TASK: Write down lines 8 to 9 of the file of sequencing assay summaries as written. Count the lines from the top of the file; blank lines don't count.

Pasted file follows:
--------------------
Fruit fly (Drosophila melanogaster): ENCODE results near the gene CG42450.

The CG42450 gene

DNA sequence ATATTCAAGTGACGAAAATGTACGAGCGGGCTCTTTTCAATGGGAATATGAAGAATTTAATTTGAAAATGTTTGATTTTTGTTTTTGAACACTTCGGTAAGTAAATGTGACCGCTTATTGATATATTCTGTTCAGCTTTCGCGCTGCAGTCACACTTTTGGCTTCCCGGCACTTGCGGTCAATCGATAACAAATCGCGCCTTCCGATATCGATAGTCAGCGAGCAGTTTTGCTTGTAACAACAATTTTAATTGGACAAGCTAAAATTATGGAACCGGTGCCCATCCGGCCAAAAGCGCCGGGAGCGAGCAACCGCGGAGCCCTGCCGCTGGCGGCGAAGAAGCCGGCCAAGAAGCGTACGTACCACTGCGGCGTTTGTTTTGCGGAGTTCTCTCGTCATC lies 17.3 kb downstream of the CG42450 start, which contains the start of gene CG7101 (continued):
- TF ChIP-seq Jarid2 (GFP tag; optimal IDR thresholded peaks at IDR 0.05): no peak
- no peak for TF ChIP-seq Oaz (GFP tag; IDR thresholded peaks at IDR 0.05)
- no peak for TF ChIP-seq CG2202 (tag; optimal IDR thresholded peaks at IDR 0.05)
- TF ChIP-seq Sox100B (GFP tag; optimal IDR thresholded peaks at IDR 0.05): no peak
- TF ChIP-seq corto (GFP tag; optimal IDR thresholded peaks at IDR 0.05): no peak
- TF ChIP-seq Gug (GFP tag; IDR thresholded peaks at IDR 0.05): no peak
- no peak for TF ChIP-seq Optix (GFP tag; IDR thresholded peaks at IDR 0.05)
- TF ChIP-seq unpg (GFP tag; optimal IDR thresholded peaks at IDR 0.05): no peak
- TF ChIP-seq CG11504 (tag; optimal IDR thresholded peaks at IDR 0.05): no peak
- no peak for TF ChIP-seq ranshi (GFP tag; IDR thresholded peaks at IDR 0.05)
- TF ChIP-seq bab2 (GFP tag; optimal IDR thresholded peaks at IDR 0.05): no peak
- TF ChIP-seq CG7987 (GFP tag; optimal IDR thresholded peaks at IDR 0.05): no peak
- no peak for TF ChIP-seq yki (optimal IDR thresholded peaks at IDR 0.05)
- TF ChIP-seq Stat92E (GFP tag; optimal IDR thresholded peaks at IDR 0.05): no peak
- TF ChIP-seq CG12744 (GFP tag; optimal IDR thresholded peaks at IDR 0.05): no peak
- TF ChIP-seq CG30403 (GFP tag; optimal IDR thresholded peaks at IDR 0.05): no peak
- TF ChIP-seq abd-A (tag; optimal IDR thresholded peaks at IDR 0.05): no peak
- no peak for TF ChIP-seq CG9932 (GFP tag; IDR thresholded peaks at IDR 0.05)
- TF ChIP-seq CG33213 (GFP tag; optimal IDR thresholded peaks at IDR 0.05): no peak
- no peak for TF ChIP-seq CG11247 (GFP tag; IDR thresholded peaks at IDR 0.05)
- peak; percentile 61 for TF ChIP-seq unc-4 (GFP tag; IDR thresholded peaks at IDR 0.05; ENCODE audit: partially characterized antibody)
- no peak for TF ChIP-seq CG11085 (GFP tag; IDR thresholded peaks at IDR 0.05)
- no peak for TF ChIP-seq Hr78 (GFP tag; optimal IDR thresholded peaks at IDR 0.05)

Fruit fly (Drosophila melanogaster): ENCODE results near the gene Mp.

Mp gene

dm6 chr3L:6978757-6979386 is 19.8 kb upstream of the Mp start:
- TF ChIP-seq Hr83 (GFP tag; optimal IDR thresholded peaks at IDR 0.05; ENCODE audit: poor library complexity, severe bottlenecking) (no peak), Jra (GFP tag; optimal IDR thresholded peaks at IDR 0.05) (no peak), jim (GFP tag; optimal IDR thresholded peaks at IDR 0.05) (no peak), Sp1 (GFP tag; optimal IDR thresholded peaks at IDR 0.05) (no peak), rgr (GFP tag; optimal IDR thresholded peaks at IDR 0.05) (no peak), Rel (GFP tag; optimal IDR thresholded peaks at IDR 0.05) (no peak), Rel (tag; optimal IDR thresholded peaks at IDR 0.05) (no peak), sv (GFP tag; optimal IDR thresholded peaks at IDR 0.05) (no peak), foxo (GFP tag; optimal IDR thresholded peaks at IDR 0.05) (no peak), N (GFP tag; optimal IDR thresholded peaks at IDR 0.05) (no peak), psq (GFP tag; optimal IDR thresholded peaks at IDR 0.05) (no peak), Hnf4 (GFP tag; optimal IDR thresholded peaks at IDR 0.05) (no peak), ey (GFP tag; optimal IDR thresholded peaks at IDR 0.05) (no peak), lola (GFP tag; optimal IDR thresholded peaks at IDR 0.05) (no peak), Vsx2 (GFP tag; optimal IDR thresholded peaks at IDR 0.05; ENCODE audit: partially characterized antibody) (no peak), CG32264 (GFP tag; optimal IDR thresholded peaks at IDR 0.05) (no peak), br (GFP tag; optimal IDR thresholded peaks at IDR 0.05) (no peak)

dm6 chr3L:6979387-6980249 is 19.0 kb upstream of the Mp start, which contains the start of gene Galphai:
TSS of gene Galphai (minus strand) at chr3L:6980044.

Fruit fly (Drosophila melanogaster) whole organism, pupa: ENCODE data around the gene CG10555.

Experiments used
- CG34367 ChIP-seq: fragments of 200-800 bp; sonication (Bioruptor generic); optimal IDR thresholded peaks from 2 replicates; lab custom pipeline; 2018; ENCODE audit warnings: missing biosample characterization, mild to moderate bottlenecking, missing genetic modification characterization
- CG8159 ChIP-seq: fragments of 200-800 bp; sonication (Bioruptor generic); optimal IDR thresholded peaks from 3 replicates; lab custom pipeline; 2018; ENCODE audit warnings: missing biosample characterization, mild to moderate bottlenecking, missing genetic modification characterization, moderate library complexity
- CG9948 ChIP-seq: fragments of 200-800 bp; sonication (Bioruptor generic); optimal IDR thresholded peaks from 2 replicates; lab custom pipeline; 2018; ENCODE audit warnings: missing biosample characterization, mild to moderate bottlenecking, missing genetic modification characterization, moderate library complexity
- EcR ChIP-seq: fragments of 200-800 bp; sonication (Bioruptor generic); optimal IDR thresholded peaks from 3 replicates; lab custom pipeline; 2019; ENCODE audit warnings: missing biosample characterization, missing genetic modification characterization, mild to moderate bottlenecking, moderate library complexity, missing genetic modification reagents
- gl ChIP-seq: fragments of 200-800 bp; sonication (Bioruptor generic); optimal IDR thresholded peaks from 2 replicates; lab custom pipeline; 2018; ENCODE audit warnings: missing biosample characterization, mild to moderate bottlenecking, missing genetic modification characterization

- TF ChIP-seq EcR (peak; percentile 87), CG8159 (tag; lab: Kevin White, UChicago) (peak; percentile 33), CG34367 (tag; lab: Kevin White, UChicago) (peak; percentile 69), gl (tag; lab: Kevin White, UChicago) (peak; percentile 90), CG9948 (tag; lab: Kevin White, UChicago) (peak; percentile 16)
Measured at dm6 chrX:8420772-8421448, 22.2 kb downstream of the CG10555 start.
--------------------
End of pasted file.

- TF ChIP-seq corto (GFP tag; optimal IDR thresholded peaks at IDR 0.05): no peak
- TF ChIP-seq Gug (GFP tag; IDR thresholded peaks at IDR 0.05): no peak